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Hello Lori, my Project Mentors were professionals who helped me understand the human, social and strategic relationships in each company where I worked, not necessarily giving me technical knowledge, but teachings of Leadership and Strategy.
I echo Wagner's response - The same applies to me.
Thanks Wagner and Rami: My situation has been very similar to yours. There are several people in my company that I respect and go to for support and guidance when needed. Most of their leadership has been in human, social and strategic relationships as well vs. technical. Our company does offer a mentoring program, but it is an application process and then you must be selected and matched. They select a certain number of individuals per year. Do your companies do this? Does anyone know if PMI offers a mentoring program?.
When I've worked in big IT organizations, my mentor was my N+1 or N+2. They transmitted me the passion for doing a great job and improve every day my skills. There were not a difficult application process because not all people used this great opportunity, and there were more mentors that people interested in this program.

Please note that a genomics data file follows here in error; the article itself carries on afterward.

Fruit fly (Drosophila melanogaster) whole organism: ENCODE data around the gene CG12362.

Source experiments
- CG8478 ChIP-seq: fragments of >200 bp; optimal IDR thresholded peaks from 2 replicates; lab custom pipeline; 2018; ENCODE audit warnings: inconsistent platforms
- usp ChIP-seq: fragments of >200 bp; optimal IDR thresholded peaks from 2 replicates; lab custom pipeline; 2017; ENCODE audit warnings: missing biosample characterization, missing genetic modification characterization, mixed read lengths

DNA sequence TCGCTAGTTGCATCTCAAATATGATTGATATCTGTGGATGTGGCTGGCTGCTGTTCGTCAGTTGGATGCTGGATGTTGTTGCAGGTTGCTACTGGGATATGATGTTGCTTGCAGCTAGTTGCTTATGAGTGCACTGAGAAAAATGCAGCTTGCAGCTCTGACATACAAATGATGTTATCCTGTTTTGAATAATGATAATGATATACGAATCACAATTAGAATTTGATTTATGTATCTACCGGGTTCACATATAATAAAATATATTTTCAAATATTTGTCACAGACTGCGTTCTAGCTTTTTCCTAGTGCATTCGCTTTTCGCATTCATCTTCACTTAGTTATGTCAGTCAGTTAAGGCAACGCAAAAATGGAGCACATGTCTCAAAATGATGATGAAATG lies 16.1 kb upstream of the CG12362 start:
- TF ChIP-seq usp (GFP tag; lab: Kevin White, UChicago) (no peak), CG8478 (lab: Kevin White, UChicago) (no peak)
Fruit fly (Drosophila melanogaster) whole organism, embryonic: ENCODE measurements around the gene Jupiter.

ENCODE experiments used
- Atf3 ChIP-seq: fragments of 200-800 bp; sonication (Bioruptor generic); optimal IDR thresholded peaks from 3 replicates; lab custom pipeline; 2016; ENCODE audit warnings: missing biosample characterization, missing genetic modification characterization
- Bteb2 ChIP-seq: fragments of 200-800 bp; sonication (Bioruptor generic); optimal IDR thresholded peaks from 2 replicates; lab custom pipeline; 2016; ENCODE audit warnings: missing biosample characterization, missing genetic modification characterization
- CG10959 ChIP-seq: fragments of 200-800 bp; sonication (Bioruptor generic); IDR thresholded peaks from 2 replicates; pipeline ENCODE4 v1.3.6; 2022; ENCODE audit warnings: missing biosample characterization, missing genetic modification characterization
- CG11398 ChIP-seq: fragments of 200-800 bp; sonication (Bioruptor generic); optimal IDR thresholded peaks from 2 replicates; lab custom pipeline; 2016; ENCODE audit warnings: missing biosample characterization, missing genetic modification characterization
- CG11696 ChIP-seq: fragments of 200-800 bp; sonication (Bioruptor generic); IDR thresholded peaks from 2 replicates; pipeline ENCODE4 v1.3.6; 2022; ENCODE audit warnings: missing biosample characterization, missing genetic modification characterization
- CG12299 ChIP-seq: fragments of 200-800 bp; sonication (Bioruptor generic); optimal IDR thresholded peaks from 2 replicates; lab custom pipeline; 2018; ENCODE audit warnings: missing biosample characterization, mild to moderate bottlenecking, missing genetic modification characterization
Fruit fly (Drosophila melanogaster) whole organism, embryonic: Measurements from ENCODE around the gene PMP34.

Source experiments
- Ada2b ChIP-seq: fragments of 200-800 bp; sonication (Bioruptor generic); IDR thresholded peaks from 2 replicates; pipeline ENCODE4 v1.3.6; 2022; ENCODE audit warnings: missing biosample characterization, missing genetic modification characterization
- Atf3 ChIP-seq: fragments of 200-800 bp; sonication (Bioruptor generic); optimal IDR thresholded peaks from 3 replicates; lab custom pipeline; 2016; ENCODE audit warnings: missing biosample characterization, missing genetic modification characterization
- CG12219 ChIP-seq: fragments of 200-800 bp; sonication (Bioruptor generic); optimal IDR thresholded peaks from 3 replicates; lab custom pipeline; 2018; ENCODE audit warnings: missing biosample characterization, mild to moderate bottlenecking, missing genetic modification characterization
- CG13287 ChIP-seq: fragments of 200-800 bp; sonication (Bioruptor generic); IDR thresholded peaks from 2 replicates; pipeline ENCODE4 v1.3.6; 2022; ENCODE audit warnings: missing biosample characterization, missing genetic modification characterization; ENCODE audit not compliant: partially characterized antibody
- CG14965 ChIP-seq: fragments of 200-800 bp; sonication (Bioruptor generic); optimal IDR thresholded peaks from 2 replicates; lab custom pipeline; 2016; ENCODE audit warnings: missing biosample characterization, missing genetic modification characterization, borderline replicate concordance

After start working as a freelance, I don't have a real mentor, but in each project, I'm improving different skills, or learn something new, due to work with different PMO or other project managers with different certifications backgrounds.
I've seen in my local chapter website that they offered this services. Did you check your local chapter?
Hi Maria: Thank you for sharing your experience. I know what you mean about improving your skills and learning happens with each project. That has definitely been my experience too. I think asking my local PMI chapter is a great suggestion - our PMI chapter is excellent. I will check there for sure!
Good luck and keep us posted.
I think mentors in any line of work are invaluable. I say that now of course, when I was just starting out I did not think I needed anyone's help!
It is great if you can find someone that you click with who can mentor you fairly consistently. It is even better if that person is someone with standing and influence in your organization. But peer mentoring on an ad hoc basis is also useful. To have someone to act as a sounding board, who may have experienced something similar to what you are experiencing now, or who can just help you to focus your ideas, thoughts and strengths is not only invaluable, it feels good!
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